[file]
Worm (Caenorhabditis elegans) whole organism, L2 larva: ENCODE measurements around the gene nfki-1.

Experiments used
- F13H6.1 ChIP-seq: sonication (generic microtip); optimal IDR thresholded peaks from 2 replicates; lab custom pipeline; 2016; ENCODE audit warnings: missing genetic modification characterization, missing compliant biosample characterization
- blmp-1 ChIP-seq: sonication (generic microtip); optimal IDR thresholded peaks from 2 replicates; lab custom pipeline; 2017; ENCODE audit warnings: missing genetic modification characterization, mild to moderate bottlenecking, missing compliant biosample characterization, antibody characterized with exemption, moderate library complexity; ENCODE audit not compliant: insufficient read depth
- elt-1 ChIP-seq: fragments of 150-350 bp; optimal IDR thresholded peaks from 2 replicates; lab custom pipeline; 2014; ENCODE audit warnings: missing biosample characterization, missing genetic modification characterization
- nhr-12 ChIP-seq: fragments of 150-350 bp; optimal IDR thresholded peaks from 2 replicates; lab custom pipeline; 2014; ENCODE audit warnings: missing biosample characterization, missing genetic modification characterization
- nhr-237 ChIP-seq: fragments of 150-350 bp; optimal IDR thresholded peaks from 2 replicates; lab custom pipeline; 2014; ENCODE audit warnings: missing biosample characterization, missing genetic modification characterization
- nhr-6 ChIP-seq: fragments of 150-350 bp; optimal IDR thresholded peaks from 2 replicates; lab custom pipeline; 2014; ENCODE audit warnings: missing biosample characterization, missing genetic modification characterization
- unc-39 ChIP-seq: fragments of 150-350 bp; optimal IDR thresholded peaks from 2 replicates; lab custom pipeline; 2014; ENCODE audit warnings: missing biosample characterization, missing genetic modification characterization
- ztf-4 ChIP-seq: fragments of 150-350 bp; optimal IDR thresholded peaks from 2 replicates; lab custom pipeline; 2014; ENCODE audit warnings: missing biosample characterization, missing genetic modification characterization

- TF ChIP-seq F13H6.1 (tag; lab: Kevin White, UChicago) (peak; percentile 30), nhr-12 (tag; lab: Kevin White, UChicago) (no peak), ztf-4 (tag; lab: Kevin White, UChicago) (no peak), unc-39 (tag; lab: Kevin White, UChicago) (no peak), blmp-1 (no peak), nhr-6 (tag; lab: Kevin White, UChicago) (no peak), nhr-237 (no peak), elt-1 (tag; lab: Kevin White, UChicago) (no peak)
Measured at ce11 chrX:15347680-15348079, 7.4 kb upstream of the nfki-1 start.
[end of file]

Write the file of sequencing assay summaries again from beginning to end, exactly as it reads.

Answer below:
Worm (Caenorhabditis elegans) whole organism, L2 larva: ENCODE measurements around the gene nfki-1.

Experiments used
- F13H6.1 ChIP-seq: sonication (generic microtip); optimal IDR thresholded peaks from 2 replicates; lab custom pipeline; 2016; ENCODE audit warnings: missing genetic modification characterization, missing compliant biosample characterization
- blmp-1 ChIP-seq: sonication (generic microtip); optimal IDR thresholded peaks from 2 replicates; lab custom pipeline; 2017; ENCODE audit warnings: missing genetic modification characterization, mild to moderate bottlenecking, missing compliant biosample characterization, antibody characterized with exemption, moderate library complexity; ENCODE audit not compliant: insufficient read depth
- elt-1 ChIP-seq: fragments of 150-350 bp; optimal IDR thresholded peaks from 2 replicates; lab custom pipeline; 2014; ENCODE audit warnings: missing biosample characterization, missing genetic modification characterization
- nhr-12 ChIP-seq: fragments of 150-350 bp; optimal IDR thresholded peaks from 2 replicates; lab custom pipeline; 2014; ENCODE audit warnings: missing biosample characterization, missing genetic modification characterization
- nhr-237 ChIP-seq: fragments of 150-350 bp; optimal IDR thresholded peaks from 2 replicates; lab custom pipeline; 2014; ENCODE audit warnings: missing biosample characterization, missing genetic modification characterization
- nhr-6 ChIP-seq: fragments of 150-350 bp; optimal IDR thresholded peaks from 2 replicates; lab custom pipeline; 2014; ENCODE audit warnings: missing biosample characterization, missing genetic modification characterization
- unc-39 ChIP-seq: fragments of 150-350 bp; optimal IDR thresholded peaks from 2 replicates; lab custom pipeline; 2014; ENCODE audit warnings: missing biosample characterization, missing genetic modification characterization
- ztf-4 ChIP-seq: fragments of 150-350 bp; optimal IDR thresholded peaks from 2 replicates; lab custom pipeline; 2014; ENCODE audit warnings: missing biosample characterization, missing genetic modification characterization

- TF ChIP-seq F13H6.1 (tag; lab: Kevin White, UChicago) (peak; percentile 30), nhr-12 (tag; lab: Kevin White, UChicago) (no peak), ztf-4 (tag; lab: Kevin White, UChicago) (no peak), unc-39 (tag; lab: Kevin White, UChicago) (no peak), blmp-1 (no peak), nhr-6 (tag; lab: Kevin White, UChicago) (no peak), nhr-237 (no peak), elt-1 (tag; lab: Kevin White, UChicago) (no peak)
Measured at ce11 chrX:15347680-15348079, 7.4 kb upstream of the nfki-1 start.